Long-time Batman and Detective Comics writer and the creator of Bane, Chuck Dixon, recently explained how he would end Batman’s story.
Dixon’s explanation comes as part of his YouTube series Ask Chuck Dixon, specifically in Episode #102.
He received a question from Aiden Belcher who asked, “There have been a lot of future Batman stories. Everyone’s got their own interpretation of what happens to Bruce Wayne later on down the line in his career as Batman. I was curious what your take on this was.”
Belcher specifically asked, “What do you think happens to Bruce Wayne as time moves on? Do you believe that he would continue being Batman until it killed him, or do you think that he would eventually retire and pass the cowl on?”
Dixon responded, “Well, I would prefer to think that he retired. And actually I did write a future Batman story although it was re-edited weirdly to be presented as a contemporary Batman story.”
“Archie Goodwin approached me and asked me if I would like to write a three-issue mini that was basically toward the end of Batman’s career. An imaginary tale if you will, not necessarily supposed to be in continuity. And I said, ‘Cool,’ And Mike McMahon was going to draw it. I’m a big Mike McMahon fan,” Dixon relayed.
He then provided details on the story, “So I wrote it as a futuristic story and in it — in the original version we saw that Tim Drake had retired as Robin. He was a grown man with children, had a job in the tech industry. He’s living in the suburbs.”
“And Bruce Wayne comes to him for help and Tim’s like, ‘No, I left that life behind.’ That scene had to be cut in order to make it fit current continuity although the flying cars and ray weapons and bionics and all the weird stuff that happens that Mike McMahon drew so wonderfully goes unexplained because that level of technology and weirdness was not present in the Batman comics at the time,” he recalled.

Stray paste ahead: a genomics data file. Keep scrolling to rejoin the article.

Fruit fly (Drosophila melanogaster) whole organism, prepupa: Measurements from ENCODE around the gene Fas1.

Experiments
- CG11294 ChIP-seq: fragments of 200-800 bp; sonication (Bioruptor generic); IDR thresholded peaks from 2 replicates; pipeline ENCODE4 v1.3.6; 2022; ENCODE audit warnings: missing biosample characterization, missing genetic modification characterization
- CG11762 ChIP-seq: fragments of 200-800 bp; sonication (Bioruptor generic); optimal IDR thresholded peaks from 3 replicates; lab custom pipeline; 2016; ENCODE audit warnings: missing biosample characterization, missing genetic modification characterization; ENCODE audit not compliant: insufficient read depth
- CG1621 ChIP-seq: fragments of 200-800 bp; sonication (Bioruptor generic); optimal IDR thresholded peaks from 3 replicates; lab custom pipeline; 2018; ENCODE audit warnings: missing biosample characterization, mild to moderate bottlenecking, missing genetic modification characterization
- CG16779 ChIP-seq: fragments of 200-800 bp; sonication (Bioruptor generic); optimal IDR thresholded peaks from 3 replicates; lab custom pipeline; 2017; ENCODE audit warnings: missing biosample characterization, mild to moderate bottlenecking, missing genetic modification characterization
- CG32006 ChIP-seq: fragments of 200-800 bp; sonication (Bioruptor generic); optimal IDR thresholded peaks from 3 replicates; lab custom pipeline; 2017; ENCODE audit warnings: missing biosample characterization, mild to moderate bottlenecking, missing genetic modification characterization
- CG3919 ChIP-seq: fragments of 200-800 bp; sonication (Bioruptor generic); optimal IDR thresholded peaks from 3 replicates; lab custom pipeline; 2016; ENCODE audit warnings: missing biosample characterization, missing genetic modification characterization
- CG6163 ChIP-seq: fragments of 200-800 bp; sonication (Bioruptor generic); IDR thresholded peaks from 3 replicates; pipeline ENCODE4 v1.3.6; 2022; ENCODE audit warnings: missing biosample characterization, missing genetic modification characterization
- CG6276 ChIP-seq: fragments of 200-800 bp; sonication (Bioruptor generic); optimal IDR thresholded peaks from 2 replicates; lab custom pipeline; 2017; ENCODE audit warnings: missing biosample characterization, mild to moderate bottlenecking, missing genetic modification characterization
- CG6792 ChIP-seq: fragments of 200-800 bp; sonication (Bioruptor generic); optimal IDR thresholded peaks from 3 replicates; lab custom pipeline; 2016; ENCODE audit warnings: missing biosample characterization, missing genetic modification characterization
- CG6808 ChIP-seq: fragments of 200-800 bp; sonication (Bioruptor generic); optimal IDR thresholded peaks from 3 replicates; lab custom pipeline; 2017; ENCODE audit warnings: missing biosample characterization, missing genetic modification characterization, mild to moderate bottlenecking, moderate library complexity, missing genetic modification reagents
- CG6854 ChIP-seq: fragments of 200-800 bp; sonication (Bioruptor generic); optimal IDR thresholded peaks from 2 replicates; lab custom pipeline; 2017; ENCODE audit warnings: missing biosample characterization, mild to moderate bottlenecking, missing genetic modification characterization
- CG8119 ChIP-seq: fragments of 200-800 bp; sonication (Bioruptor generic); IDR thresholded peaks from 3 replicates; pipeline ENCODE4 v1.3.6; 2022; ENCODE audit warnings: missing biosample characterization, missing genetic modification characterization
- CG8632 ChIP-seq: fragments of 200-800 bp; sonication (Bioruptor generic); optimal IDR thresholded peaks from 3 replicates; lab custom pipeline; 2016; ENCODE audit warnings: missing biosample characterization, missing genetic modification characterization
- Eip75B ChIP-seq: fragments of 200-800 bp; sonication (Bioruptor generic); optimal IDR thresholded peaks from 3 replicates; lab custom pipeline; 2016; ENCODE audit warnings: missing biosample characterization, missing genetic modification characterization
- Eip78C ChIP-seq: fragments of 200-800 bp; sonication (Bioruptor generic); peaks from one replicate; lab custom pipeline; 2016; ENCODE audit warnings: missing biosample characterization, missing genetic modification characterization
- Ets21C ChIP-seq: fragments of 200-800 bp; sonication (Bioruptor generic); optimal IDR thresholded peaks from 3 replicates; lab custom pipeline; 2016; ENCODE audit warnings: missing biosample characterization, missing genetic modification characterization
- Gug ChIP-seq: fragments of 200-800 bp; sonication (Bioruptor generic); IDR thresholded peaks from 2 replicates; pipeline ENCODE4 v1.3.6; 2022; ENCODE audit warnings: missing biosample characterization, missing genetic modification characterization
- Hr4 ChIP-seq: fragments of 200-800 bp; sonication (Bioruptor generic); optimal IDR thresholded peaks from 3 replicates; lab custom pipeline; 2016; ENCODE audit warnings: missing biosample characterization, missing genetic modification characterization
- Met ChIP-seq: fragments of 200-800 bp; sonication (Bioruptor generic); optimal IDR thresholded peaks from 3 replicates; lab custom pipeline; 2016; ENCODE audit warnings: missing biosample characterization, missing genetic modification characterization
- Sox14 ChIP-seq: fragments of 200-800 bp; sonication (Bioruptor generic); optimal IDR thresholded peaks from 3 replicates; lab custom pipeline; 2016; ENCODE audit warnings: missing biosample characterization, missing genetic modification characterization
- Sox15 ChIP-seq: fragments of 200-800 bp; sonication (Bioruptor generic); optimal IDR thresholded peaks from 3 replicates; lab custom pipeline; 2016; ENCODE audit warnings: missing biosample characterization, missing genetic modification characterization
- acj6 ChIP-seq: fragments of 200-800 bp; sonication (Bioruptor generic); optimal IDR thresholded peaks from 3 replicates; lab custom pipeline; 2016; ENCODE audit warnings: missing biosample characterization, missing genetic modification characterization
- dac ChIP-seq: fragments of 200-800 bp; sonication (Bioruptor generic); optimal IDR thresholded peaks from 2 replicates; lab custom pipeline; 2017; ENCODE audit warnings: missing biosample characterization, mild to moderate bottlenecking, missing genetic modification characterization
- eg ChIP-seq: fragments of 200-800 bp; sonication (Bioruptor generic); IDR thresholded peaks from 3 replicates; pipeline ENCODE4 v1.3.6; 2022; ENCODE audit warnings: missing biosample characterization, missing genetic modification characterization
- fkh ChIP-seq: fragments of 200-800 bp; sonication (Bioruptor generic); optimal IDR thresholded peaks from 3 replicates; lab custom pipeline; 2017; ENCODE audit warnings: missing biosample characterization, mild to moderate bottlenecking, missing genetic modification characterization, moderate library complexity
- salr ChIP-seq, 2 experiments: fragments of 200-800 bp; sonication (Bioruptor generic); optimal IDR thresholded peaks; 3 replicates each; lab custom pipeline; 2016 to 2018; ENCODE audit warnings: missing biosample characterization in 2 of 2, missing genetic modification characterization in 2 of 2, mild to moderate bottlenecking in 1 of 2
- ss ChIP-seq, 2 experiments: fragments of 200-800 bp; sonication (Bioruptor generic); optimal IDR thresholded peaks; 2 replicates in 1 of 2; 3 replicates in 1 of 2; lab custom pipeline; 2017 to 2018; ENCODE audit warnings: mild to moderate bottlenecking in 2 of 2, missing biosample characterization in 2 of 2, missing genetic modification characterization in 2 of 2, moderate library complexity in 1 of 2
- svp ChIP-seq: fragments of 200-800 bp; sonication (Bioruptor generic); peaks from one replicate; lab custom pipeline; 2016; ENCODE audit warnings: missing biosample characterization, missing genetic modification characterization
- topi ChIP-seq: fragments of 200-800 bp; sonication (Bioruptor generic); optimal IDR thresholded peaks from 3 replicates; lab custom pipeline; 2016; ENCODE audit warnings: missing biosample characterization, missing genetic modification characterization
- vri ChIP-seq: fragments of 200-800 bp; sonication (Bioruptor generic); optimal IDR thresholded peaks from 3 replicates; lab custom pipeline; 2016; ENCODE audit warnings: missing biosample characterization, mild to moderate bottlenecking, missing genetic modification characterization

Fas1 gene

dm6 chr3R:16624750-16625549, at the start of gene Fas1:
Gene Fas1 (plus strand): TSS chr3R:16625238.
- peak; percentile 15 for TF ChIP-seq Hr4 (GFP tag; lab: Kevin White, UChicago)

“The other strange anomaly in this three-issue arc is Hadrian Armstrong, the General, who in the then current Batman continuity was a child, but in this arc is a grown man,” Dixon revealed. “I don’t know why they didn’t want it published the way it was, but sadly Archie and I had to work together to rejigger it as much as we could after all the art was done. So it’s a weird reading experience.”
“But I think if you find it and read it with the idea in mind that it was meant to be set in the future you’ll understand what the hell is going on. And I just didn’t lose my mind for three issues,” he asserted.
Returning to the original question, Dixon answered, “But yeah, I prefer to think that Batman retired. Maybe after a crippling injury or problems resulting from Bane breaking him. I like that idea.”
“I liked the Batman Beyond interpretation that he retires and chooses his successor. I think that’s a fitting end so that Bruce Wayne’s story goes on despite his having stepped back into the shadows,” he said.
In Dixon’s three-issue miniseries for Batman: Legends of the Dark Knight, Batman might be getting older, but he’s still uncovering sinister plots and taking the fight to crime even after taking severe beatings.
In fact, the book actually ends with Wayne offering to purchase a watchtower that was funded by the Gotham government to house a privatized police force known as the Vigil Inc. The implication is that Wayne and Batman still have quite a bit of work to do before they retire or are forced to retire from injuries.
While Chuck isn’t writing Batman or Detective Comics any more, he’s still churning out comics and recently launched a SubscribeStar to support his writing ventures for stories like My Sister Suprema, Something Big, and his spy thriller Alt-Hero Q.
What do you make of how Chuck Dixon would end Batman’s story? Would you want to see him retire? How do envision Batman’s story ending?